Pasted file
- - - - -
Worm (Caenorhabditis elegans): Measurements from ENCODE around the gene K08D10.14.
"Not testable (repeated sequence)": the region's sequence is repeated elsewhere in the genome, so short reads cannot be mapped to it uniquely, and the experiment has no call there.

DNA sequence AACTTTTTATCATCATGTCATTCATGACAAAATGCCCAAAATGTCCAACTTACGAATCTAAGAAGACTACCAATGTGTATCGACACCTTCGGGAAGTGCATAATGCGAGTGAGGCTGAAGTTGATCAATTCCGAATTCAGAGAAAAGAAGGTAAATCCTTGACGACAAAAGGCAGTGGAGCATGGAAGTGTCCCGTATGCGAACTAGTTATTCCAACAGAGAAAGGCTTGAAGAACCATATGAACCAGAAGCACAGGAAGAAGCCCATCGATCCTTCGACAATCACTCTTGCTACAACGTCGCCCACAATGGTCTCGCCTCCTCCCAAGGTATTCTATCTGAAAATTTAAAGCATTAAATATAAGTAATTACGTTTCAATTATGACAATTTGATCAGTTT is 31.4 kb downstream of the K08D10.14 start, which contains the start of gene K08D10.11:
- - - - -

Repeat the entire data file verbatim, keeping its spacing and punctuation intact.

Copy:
Worm (Caenorhabditis elegans): Measurements from ENCODE around the gene K08D10.14.
"Not testable (repeated sequence)": the region's sequence is repeated elsewhere in the genome, so short reads cannot be mapped to it uniquely, and the experiment has no call there.

DNA sequence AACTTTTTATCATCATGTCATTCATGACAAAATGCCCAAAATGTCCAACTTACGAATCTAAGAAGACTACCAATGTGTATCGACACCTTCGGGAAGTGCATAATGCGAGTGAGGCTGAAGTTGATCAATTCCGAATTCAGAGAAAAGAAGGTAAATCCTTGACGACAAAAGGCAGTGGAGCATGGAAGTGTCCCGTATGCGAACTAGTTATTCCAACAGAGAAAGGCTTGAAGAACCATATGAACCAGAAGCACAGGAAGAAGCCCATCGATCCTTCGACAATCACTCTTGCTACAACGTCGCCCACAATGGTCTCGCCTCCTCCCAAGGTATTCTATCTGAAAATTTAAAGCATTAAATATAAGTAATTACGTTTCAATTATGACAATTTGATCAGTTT is 31.4 kb downstream of the K08D10.14 start, which contains the start of gene K08D10.11: